One thing Kenya is certainly not short of is good weather.
By Celeste Hicks
In one of Nairobi's poorest neighbourhoods, people have started working to make the best of the free energy potential of the sun.
Orders are already beginning to flood into the Kibera Community Youth Project (KCYP) for solar panels built in a small workshop in the heart of one of Africa's biggest slums.
The panels can power radios
Using skills and equipment passed on to them by a British volunteer, the young people are engaged in the entire line of production, from slicing the silicon sheets, to wiring the connectors, to calculating the correct voltages.
"We've been making solar panels of different sizes - 12, nine and six volts," says Mills Shamoli, a regular attendee at the solar energy group.
"We've learnt that they can power different sizes of radio, as well as charging mobiles and rechargeable batteries."
British volunteer John Keane had a hunch the solar panels could be a popular product, after an earlier experience of living in a Tanzanian village with no electricity.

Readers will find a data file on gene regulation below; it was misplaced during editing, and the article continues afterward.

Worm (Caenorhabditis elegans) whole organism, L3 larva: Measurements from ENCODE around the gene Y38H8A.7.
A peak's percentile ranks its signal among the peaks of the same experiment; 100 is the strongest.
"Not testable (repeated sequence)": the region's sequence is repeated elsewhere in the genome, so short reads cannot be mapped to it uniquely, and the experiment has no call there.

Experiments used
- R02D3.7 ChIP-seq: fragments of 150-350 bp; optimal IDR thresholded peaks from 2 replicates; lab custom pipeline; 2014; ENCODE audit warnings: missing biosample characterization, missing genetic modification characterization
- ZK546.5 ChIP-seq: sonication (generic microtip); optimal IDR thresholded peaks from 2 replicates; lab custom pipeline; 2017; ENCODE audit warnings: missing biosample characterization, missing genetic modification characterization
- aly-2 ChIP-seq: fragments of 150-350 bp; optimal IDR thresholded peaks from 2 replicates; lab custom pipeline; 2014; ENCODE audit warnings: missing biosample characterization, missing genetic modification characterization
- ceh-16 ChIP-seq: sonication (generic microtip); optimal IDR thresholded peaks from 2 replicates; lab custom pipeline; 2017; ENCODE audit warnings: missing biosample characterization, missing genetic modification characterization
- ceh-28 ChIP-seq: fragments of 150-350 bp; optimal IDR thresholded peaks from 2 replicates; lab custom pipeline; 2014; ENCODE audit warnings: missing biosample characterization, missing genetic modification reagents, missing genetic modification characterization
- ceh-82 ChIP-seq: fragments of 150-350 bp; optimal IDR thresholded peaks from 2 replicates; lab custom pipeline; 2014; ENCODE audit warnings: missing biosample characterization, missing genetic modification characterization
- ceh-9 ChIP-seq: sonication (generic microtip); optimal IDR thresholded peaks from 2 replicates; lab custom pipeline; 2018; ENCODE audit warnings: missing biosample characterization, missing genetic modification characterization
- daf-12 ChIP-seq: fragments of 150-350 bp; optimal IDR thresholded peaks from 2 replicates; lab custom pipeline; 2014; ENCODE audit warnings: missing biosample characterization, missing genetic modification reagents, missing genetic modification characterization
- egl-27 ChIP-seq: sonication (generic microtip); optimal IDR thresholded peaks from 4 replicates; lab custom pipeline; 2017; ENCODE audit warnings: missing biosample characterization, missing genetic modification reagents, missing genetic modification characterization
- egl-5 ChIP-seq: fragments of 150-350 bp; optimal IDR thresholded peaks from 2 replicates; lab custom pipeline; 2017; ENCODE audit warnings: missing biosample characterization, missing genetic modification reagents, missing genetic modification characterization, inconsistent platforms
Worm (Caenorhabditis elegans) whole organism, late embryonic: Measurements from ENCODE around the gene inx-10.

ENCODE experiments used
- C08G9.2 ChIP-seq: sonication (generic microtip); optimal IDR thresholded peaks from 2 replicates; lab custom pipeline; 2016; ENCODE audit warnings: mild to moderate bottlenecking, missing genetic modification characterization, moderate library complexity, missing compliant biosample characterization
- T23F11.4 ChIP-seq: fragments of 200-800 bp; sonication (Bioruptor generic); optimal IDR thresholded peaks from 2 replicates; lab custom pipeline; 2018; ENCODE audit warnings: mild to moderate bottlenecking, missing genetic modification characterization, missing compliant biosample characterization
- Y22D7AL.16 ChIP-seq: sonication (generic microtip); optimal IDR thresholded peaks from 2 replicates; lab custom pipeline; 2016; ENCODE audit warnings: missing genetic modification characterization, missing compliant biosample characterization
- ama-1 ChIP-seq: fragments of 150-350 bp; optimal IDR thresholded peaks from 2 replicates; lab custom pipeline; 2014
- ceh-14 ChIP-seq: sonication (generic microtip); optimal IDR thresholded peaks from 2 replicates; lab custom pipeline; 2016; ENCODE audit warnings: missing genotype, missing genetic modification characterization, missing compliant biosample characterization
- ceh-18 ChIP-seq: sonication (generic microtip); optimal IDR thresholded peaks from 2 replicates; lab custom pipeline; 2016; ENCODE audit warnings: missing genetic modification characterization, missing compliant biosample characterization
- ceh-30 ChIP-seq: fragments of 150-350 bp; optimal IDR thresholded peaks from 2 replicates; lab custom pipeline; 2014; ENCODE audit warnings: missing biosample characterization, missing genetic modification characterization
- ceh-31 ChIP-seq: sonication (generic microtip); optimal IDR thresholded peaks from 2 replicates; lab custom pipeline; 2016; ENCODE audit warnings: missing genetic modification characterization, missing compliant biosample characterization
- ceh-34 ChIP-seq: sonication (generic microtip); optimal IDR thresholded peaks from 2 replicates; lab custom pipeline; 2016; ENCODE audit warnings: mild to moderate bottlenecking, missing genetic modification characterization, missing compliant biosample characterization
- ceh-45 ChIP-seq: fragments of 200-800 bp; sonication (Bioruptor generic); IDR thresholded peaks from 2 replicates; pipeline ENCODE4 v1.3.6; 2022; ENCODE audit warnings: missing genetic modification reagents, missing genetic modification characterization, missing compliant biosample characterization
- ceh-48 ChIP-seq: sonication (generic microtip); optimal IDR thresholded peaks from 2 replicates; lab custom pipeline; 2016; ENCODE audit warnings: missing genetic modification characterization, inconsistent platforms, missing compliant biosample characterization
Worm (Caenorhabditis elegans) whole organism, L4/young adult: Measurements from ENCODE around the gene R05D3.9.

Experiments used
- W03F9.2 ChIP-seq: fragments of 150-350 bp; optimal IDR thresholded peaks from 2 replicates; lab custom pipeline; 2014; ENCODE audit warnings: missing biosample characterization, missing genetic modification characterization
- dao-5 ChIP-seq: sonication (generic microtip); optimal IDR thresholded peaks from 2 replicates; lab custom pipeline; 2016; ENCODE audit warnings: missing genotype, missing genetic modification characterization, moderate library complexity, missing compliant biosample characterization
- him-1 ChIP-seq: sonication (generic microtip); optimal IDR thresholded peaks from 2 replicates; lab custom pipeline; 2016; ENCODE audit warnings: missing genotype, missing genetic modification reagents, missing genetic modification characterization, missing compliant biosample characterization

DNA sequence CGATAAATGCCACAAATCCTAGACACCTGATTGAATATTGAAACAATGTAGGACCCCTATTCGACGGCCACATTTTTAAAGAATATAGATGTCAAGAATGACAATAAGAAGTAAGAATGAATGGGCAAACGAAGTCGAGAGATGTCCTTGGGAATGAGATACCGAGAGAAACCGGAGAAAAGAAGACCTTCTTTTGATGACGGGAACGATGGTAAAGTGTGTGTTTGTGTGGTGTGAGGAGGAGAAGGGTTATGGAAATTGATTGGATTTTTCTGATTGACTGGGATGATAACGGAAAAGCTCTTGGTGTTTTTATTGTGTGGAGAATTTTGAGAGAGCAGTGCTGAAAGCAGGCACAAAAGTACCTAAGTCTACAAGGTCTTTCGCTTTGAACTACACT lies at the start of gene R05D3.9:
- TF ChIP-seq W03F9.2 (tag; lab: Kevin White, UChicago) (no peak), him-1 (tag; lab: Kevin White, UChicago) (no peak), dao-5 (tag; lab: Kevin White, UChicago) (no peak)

"Everyone here seems to have a radio, but many of them don't have the funds to continually buy batteries, as they often don't have a reliable source of income," he says.
Many of the young people working on the solar project have never had a job, or seen anyone in their families have a job.
The average wage in Kibera is $1 a day but a small solar panel which takes just a matter of minutes to put together can sell for around $5.
Just a few months after the group completed their first prototype radio solar panel, they are already drawing up a business plan to turn the project into a self-sustaining enterprise.
If they are successful in attracting investment, they would like to expand their sales to rural parts of western Kenya, where the electricity supply is often sporadic.
The young are also gaining confidence
Fred Ouko is the co-ordinator of KCYP and he says the young people are really starting to gain in confidence.
"What I want to see is real empowerment, real benefit trickling down to individual persons," he says.
"They're actually making something up to a full product and then selling it, and they know now they can do this for themselves."